Defining Your Business: A Business Plan :: JPPlus Resources
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Defining Your Business: A Business Plan

Question: Should I or shouldn't I write a business plan?

Answer: You must! Even if you are funding the purchase of a used engraving system from your piggy-bank savings, a little planning and self-analysis is valuable.

A business plan is an essential step in turning your ideas for a product or service into a successful venture. The need for planning is a key part of developing and managing your business. Don't underestimate its value to you during your early business days. A business plan helps you to appreciate what it will take to succeed and keeps you focused on a clearer path when the business encounters difficulty. In the area of planning, there are no shortcuts!

This guide is only a reference. There are plenty of good books and simple software programs available to guide you in developing a business plan. Just accept the fact that doing some planning is a healthy way of starting an engraving business, or for that matter, any business.

There is no single best way to begin. The guidelines are general and every business has its individual needs. You may be able to get by with simple notes while others may need a detailed analysis. Much depends on your need for outside support or financing. Most serious commercial lenders require you to provide some research to justify the loan. At a minimum, a plan should answer the following for you:

  • What do I want and what am I capable of doing?
  • What are the most workable ways of achieving my goals?
  • What can I expect in the future?

Here are the basic steps for most business plans:

  1. Make a commitment to go into business for yourself.
  2. Choose your products or services. Analyze your strengths and weaknesses including your experience about the product or service you wish to sell.
  3. Research the local markets. Define the local needs and areas to exploit.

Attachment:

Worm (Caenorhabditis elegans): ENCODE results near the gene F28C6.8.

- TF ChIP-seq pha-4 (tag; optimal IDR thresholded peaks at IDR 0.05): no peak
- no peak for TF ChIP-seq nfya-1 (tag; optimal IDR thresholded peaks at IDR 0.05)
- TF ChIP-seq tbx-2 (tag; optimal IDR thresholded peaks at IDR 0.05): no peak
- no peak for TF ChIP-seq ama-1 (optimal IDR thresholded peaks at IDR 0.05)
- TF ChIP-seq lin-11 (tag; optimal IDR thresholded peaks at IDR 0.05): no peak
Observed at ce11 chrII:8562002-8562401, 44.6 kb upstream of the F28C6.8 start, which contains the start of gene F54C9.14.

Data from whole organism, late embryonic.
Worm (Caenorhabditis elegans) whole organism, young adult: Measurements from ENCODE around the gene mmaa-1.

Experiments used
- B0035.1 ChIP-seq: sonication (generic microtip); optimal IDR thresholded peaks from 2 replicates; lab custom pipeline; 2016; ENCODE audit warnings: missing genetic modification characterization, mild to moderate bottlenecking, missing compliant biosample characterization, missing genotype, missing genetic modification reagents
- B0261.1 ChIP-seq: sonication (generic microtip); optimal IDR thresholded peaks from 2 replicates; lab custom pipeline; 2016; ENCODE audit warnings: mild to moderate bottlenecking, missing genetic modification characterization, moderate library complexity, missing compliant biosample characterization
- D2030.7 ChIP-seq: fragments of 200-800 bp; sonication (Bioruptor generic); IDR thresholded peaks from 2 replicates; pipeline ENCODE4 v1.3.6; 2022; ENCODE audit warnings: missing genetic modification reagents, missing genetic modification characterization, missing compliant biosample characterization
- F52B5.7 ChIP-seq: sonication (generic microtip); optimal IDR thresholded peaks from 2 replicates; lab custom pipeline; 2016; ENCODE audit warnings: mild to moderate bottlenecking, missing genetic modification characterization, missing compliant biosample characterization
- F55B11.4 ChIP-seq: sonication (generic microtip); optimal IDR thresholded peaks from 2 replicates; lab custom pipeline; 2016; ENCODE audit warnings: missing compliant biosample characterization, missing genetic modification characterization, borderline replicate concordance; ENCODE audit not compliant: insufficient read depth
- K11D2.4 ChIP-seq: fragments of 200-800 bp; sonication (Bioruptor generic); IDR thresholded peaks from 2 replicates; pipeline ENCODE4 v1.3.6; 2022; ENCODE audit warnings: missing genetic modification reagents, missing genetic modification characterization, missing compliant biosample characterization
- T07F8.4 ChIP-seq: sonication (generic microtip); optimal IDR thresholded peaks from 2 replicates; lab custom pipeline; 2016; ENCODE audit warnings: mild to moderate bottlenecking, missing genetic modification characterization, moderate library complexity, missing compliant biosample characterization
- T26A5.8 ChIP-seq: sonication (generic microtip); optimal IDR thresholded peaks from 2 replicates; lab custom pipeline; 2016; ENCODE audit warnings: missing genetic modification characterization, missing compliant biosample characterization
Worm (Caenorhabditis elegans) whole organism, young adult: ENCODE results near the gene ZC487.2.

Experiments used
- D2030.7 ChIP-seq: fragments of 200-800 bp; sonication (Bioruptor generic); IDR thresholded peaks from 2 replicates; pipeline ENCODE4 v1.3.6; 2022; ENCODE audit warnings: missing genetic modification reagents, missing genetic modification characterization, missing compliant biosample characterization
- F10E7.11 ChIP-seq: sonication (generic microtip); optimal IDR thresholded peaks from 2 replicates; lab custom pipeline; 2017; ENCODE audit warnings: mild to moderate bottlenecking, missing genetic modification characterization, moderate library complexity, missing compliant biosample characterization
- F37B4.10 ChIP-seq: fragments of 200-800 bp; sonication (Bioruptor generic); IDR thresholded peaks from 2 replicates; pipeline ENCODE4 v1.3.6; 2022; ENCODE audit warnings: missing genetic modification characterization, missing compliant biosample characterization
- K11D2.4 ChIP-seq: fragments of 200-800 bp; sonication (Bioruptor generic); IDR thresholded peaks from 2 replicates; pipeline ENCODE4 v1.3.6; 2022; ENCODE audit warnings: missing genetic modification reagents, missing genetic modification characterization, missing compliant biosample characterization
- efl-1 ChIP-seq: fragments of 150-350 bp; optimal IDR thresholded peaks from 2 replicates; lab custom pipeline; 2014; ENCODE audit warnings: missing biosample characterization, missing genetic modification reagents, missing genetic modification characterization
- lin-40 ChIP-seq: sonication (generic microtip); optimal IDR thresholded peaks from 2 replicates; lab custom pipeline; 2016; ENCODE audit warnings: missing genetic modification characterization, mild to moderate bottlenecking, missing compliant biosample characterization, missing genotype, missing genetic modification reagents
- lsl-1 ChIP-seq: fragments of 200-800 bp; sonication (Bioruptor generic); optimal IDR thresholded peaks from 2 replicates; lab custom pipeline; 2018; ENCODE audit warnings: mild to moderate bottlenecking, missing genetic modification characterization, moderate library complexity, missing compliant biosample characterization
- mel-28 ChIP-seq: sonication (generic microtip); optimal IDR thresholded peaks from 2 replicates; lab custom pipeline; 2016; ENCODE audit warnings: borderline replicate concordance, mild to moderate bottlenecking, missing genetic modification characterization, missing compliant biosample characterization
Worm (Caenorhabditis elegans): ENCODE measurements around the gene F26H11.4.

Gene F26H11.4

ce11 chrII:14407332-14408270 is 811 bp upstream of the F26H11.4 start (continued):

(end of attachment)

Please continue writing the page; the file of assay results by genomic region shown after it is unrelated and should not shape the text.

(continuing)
4. Forecast your potential sales revenues. Be realistic. No pie in the sky approach. Try breaking down the first year by month, the second year by quarters, and the third year's sales annually. Take into consideration things like slow seasons for the products you may offer, and holidays and vacations you plan for yourself. Forecasting is making an assumption, but try to make realistic ones.
  5. Choose a location.
  6. Develop a marketing plan. How will you reach your potential customers: phone listing, newspaper, direct mail, Internet, or direct selling?
  7. Develop legal, accounting and insurance plans. You'll know when you need help. Don't let the costs of professional services put you off. Business insurance and legal or accounting advice can be important in the early stages of your business, especially if you are realizing significant growth.
  8. Develop a computer strategy. This will be discussed in greater detail later, given its importance in both running a computerized engraver and your business's accounting or management software.
  9. Write a cover letter. This is necessary if you need to approach a lender. A financial analysis and cover letter ties all the preceding steps together and summarizes your plans and needs.

As an essential step in getting your venture off the ground, the would-be entrepreneur must prepare a business plan. The plan enables you to anticipate opportunities, costs, difficulties, and requirements of deciding to go into business, establishing the business, and operating the business. The business plan forces you to think about what must be done and how to do it.

 

 

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